When Mitch Walters and his wife bought a historic 7,500-square-foot building on Main Street in Whitestown last April, the floors were caving in and dead bats were scattered throughout the space.
Most of the building had been vacant for years, but Walters saw the potential and invested $460,000 to purchase and renovate it.
“We feel like this is the next expansion of Indianapolis,” said Walters, who is vice president of Nappanee-based Justus Property Management. “We just see it continuing to grow.”
The area known as the “Legacy Core” is the closest thing Whitestown has to a downtown and is established around the intersection of two country roads: East 300 South and 650 East. The once-thriving core came to a grinding halt in the 1960s when the railroad business left town.
“This was the legacy of the town, and it was originally the core,” Town Manager Dax Norton said. “It was the center of economic activity.”
For years, buildings constructed in the mid-1800s sat vacant and in poor condition, but that’s starting slowly to change. The building Walters purchased is fully occupied now, several restaurants have opened, and a trail cutting through the area could be open by summer.
Town officials are hoping small public investments can lead to bigger payoffs in the private market. During the past few years, roads have been repaved, water and sewer pipes have been replaced, and work continues on the nearly 2-mile Farm Heritage Trail, which is a $500,000 public investment.
Understanding that walkability could be key to the core’s success, the town has also applied for a federal grant to help fund a path from Whitestown Parkway to the area. It would cost an estimated $1.4 million, and the grant would likely cover about $1 million of the expenses.
In 2014, the Whitestown Town Council designated the area as a tax increment financing district so, as development occurs, the town will have funds for infrastructure improvements like street lighting, landscaping and sidewalks with benches.
The planning department staff has also started making an effort to enforce town code in the neighborhood to motivate property owners to maintain the existing structures and land, which appears to be working so far.
“People are seeing we’re making it a priority,” Director of Planning and Community Development Lauren Bailey said. “People know we’re looking at them.”
In the spring, the town expects to launch a facade grant program to provide financial assistance to property owners, and a recently established historic preservation commission will likely designate the area as a conservation district to protect significant structures.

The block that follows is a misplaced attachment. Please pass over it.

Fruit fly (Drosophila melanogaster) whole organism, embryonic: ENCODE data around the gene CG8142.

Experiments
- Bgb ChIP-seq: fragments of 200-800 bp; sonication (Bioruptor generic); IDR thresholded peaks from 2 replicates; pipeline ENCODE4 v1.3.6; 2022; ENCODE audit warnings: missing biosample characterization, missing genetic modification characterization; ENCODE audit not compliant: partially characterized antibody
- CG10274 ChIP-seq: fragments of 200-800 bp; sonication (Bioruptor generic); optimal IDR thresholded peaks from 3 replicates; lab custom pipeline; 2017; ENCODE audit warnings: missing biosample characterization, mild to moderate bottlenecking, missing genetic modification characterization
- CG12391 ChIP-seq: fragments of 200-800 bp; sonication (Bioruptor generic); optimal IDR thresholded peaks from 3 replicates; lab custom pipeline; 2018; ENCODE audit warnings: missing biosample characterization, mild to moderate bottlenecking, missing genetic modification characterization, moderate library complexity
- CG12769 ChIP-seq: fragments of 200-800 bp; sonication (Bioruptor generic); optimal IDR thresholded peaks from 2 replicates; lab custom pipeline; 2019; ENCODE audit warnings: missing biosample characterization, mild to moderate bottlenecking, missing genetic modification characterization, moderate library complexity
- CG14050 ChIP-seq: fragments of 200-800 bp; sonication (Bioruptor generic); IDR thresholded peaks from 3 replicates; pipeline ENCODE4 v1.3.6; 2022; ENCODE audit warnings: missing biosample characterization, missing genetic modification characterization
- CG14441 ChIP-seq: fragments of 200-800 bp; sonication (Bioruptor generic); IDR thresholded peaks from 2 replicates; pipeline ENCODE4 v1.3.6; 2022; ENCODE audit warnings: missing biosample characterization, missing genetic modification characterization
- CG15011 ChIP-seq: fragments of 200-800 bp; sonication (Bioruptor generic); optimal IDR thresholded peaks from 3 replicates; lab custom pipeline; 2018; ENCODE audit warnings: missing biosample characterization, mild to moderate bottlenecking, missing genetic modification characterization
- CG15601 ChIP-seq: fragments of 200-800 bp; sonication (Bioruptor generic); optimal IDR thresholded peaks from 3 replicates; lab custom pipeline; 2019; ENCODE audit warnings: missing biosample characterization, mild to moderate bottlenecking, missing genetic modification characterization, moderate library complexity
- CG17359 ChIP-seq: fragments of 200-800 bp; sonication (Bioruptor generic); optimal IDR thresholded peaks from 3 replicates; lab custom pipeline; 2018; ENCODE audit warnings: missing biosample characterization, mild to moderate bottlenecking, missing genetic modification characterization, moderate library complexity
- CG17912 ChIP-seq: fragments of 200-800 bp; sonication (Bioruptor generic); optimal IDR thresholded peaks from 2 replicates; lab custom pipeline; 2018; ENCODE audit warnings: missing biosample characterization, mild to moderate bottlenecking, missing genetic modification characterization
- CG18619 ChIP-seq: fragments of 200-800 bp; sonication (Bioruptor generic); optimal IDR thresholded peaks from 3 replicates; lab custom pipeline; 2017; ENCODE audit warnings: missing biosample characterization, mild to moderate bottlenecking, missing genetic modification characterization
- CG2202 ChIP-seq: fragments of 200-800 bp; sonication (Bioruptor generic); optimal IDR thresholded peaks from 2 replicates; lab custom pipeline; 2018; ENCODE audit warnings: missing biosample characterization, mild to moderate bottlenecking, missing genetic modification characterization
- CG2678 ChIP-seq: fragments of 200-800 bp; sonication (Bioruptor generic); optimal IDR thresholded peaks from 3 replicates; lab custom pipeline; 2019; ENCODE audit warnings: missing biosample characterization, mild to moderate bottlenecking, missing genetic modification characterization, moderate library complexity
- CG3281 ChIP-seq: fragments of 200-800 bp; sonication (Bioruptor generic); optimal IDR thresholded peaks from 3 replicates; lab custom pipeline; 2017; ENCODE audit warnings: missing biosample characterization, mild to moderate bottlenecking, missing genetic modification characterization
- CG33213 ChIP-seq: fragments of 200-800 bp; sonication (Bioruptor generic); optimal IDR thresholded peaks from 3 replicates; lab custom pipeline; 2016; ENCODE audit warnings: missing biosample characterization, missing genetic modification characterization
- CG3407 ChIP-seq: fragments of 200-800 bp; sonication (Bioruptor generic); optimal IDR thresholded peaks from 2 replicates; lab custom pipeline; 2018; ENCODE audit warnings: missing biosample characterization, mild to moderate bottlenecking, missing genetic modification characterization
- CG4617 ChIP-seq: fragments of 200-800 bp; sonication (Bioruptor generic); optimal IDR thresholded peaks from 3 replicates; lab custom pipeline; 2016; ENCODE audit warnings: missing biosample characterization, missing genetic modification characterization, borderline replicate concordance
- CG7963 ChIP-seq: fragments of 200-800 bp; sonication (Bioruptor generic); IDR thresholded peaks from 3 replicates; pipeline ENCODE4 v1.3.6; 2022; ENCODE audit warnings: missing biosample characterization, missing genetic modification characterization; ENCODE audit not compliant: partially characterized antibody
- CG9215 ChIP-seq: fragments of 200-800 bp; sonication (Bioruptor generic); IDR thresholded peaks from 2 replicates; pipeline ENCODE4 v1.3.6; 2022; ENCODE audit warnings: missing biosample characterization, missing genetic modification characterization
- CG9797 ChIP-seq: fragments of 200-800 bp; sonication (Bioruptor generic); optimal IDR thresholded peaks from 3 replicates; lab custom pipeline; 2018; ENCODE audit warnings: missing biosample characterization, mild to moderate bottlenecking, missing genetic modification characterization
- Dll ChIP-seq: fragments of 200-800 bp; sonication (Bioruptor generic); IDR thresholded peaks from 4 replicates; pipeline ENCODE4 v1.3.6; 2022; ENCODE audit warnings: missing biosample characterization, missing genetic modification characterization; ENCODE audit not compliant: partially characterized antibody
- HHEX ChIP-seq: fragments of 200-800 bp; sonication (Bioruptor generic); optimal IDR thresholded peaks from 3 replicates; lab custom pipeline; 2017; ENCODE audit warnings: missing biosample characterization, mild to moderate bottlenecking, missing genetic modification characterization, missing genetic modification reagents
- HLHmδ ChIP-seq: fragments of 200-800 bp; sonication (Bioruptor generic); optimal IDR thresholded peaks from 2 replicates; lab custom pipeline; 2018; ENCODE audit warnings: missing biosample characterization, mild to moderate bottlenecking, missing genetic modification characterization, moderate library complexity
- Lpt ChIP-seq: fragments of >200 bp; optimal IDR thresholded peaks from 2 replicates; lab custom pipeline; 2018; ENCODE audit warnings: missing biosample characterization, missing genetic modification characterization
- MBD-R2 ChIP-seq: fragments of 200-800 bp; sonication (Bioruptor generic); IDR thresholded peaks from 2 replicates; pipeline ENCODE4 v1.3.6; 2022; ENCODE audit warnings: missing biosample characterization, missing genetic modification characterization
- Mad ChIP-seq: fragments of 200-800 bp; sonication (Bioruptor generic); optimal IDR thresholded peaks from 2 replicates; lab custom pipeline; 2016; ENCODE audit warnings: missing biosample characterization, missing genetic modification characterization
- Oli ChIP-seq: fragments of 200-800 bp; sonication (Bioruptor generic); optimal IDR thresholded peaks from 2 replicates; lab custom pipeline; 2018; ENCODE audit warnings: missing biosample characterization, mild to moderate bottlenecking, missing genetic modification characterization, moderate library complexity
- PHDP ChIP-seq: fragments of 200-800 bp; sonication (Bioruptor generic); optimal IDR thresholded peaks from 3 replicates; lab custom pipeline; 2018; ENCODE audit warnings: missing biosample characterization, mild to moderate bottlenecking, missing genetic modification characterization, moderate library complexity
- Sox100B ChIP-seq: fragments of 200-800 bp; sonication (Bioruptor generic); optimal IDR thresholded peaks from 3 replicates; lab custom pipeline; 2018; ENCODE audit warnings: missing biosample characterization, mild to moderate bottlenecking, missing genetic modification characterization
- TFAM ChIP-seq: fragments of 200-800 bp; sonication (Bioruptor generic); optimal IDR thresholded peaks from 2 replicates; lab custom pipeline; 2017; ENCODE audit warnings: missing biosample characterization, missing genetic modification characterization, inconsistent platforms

With the Walker Farms subdivision nearby and houses scattered around the few commercial blocks, existing business owners are hopeful residents and other investors will start to see the attraction in the Legacy Core instead of only focusing on the Anson development along Interstate 65.
“That’s where all the traffic is—that’s where the buzz is,” Pizza King owner Arren Miller said about Anson. “Down here is kind of forgotten.”
Miller considered locating the pizza franchise within the commercial section of Anson, but decided he liked the small-town feel in the Legacy Core and opened about a year ago on Main Street.
He said he’s about 12-18 months ahead of where he expected to be with profits.
“If there’s a lot of traffic on the trail, people will take notice,” Miller said, pointing to the path that will be a few feet from his front door. “I just think it’s a matter of time.”
Across the street from Pizza King is the Designer Sewing Center, which opened at the end of January in Walters' building as one of the only retail shops in the core.
“We’re pretty thrilled to be part of the downtown revitalization,” owner Natalie Reiners said. “Any niche store will do really well down here…. What they’re going to find out is what we found: It’s a great place to do business.”
And more business is anticipated.
Walters said Justus Property Management will eventually move its headquarters to the Whitestown office, after his dad is no longer running the company. He has about five employees in Whitestown right now, and that would increase to 15-20.
Norton said a brewery has expressed interest in renovating the former Whitestown High School just off the Main Street frontage between Laughner and Turner streets.
“That would be a huge boost economically for the core,” Norton said.
Developers have also been considering the possibility of a mixed-use building near Pierce Street.
“That’s a very good rumor that’s out in the development world,” Norton said.
Town leaders aren’t being particular about exactly what kind of commercial or retail businesses they hope to attract, but mentioned an ice cream shop, coffee or smoothie cafe or artistic stores. Certain uses are prohibited by town code, like gas stations.
“The free market gets to choose,” Norton said. “The beauty of it is that it’s started.”